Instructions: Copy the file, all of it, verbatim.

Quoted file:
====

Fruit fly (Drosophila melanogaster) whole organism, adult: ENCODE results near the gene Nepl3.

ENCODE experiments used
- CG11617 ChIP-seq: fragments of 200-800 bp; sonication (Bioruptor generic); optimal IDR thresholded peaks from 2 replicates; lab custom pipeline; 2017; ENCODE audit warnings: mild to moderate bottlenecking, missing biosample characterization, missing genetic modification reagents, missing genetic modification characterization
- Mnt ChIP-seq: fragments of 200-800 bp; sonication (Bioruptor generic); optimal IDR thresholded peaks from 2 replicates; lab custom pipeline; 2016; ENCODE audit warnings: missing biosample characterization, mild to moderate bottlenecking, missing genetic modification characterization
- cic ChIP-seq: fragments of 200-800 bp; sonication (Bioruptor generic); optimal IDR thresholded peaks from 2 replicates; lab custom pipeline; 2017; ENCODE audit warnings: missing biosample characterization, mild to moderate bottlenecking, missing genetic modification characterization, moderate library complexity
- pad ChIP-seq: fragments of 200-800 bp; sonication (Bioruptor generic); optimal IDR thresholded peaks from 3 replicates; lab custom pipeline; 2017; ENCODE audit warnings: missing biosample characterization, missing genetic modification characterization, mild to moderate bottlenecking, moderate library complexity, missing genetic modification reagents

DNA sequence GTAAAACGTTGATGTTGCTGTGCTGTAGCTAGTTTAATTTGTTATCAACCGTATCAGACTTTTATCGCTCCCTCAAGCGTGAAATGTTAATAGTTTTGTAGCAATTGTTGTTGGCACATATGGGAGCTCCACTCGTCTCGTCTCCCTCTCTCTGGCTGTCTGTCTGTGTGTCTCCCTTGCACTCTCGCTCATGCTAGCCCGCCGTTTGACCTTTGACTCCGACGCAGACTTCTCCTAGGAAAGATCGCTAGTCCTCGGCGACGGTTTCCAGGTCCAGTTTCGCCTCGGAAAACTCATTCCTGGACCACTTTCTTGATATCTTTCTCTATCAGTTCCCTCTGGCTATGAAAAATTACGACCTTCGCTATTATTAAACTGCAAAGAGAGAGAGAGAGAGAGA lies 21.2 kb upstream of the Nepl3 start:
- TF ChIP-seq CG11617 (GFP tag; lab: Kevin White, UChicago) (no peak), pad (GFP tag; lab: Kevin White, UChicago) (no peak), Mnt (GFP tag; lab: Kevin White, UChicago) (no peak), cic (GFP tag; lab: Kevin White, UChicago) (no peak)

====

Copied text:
Fruit fly (Drosophila melanogaster) whole organism, adult: ENCODE results near the gene Nepl3.

ENCODE experiments used
- CG11617 ChIP-seq: fragments of 200-800 bp; sonication (Bioruptor generic); optimal IDR thresholded peaks from 2 replicates; lab custom pipeline; 2017; ENCODE audit warnings: mild to moderate bottlenecking, missing biosample characterization, missing genetic modification reagents, missing genetic modification characterization
- Mnt ChIP-seq: fragments of 200-800 bp; sonication (Bioruptor generic); optimal IDR thresholded peaks from 2 replicates; lab custom pipeline; 2016; ENCODE audit warnings: missing biosample characterization, mild to moderate bottlenecking, missing genetic modification characterization
- cic ChIP-seq: fragments of 200-800 bp; sonication (Bioruptor generic); optimal IDR thresholded peaks from 2 replicates; lab custom pipeline; 2017; ENCODE audit warnings: missing biosample characterization, mild to moderate bottlenecking, missing genetic modification characterization, moderate library complexity
- pad ChIP-seq: fragments of 200-800 bp; sonication (Bioruptor generic); optimal IDR thresholded peaks from 3 replicates; lab custom pipeline; 2017; ENCODE audit warnings: missing biosample characterization, missing genetic modification characterization, mild to moderate bottlenecking, moderate library complexity, missing genetic modification reagents

DNA sequence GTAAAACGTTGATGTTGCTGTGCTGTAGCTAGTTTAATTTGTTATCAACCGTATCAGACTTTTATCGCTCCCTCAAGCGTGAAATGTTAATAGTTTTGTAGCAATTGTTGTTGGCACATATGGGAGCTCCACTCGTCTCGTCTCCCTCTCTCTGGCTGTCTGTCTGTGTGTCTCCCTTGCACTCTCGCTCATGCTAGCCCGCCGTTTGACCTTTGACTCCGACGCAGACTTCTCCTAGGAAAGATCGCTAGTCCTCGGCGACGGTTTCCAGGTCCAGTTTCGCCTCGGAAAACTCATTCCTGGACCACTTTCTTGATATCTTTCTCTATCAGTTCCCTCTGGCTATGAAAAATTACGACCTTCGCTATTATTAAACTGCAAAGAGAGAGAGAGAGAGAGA lies 21.2 kb upstream of the Nepl3 start:
- TF ChIP-seq CG11617 (GFP tag; lab: Kevin White, UChicago) (no peak), pad (GFP tag; lab: Kevin White, UChicago) (no peak), Mnt (GFP tag; lab: Kevin White, UChicago) (no peak), cic (GFP tag; lab: Kevin White, UChicago) (no peak)